Wiley studied at the Art Students League in New York under Frank DuMond, and with Robert Reid, Jonas Lie and Martha Walter, before returning to her native Tennessee, where she helped establish formal art education at the University of Tennessee. A mental breakdown in 1926 is believed to have ended her painting career; she remained institutionalized until her death.
The high bidder was the Knoxville Museum of Art, which mounted a fundraising campaign upon learning of the painting’s existence and had to beat out competition from collectors and dealers in Tennessee, New York and Florida to win it.
“This is not just a great painting by a regional female artist—it’s a great American Impressionist painting,” said company president John Case. “This is one instance where an artist is disadvantaged by scarcity. If Catherine Wiley had been more prolific, her name would probably be mentioned today alongside her mentors when people talk about great American Impressionist painters.”
The auction drew unprecedented participation: over 2,000 bidders registered for the sale and approximately 200 of them attended in person.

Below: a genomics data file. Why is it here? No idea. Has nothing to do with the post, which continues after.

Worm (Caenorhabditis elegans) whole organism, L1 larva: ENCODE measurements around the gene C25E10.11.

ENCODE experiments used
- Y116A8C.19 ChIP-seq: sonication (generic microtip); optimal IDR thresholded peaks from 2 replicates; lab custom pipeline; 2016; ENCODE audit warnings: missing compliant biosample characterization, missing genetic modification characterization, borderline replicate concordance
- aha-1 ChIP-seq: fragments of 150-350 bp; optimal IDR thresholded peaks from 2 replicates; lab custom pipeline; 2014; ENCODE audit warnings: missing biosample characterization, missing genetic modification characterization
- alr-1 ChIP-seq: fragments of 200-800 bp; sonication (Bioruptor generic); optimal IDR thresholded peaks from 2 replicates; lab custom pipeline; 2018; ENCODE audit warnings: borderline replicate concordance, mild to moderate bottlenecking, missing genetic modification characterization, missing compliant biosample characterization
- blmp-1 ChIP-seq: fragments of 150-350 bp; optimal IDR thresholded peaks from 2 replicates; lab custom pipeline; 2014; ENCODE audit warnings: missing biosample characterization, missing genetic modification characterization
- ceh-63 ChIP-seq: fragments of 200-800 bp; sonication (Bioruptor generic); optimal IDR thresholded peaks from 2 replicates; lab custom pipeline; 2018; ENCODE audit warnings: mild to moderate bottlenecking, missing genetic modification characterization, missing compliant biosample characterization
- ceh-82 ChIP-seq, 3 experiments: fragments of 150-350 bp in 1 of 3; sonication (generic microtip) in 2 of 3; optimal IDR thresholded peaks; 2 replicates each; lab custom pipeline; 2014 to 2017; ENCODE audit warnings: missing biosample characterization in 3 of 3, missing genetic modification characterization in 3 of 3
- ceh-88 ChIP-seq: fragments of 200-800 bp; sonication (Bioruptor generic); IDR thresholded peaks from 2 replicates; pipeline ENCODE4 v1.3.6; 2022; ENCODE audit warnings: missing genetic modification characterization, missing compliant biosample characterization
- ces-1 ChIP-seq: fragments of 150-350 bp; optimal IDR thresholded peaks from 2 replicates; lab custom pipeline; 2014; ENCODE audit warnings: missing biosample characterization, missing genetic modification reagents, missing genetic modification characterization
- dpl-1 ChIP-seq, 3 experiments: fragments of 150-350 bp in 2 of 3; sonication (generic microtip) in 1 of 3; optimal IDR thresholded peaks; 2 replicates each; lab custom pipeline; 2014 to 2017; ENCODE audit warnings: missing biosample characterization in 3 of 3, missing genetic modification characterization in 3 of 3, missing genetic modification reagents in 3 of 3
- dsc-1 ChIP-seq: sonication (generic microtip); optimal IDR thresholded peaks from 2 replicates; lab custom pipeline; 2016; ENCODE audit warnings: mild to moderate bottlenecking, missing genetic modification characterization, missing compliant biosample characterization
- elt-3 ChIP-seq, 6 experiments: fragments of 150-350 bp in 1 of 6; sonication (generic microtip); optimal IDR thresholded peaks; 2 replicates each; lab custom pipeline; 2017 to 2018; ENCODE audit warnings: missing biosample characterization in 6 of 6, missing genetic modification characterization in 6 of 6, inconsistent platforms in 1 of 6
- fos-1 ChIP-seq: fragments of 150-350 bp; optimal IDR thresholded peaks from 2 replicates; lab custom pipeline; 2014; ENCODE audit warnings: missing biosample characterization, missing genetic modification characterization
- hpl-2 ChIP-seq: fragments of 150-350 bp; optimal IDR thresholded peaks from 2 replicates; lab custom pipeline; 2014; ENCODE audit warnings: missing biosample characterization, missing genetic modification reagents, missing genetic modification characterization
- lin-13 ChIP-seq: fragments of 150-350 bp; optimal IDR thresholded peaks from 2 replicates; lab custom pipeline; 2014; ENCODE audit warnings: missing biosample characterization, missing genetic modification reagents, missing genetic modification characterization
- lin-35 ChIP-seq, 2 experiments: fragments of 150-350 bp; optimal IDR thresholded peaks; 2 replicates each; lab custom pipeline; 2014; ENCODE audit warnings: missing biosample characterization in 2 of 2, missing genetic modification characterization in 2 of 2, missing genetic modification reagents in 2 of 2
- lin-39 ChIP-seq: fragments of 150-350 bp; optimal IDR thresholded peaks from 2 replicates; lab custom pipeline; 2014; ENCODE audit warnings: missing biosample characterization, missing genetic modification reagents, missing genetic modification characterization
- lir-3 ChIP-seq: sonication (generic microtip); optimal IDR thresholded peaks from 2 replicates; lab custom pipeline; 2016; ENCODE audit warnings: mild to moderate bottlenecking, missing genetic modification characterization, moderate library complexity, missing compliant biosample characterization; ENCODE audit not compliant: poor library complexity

There were other art records as well. A 19th-century landscape with hunting dogs set what is believed to be an auction record for Wilhelm Eilerts of Kentucky, selling for $9,280, and an oil on canvas of a ship on turbulent seas churned up $6,728, an American auction record for French marine painter Emile Maillard (1846-1926).
There were three works by Joseph Delaney (American, 1904-1991), all of which sold above estimate: an oil on board of New York’s Williamsburg Bridge, $19,720; a reclining female nude, $6,728; and a circus scene, $5,568.
A small early Italian Mannerist school painting on copper depicting the Baptism of Christ, after Tintoretto, brought $3,480 (est. $600-$800), the same price as an unsigned early 20th-century painting of Confederate flags. Bidding hit $3,132 for an early 19th-century miniature portrait by Constantina Coltellini, depicting Richard Bayley Seton, son of the first American born Catholic saint Elizabeth Bayley Seton, and a collector paid $5,104 for a portrait of a man by Randall Vernon Davey (American, 1887-1964).
In the category of Southern regional art, a rare still life of a basket of strawberries by George Dury, a 19th-century Tennessee painter best known for his portraits, made $2,668, while a river scene by Thomas Campbell doubled its high estimate at $1,972 and a Cezanne-inspired still life by Nashvillian Charles Cagle (1907-1968) brought $812. An Alfred Hutty drypoint, Deep South, was a bargain at $2,552, while a 1934 Charleston street scene signed R.B. Rogers brought $1,508 (est. $225-$335). A Smoky Mountain landscape by Louis Jones earned $1,400, while a pair of mountain views by Jacob Anchutin (North Carolina, 1893-1964) brought $1,624 and a pencil drawing of multiple figures by Carroll Cloar (Tennessee, 1913-1994) competed to $1,276 (est. $350-$450). A WPA-period watercolor mural study by Texas artist Horst Schreck sold to a local buyer for $928.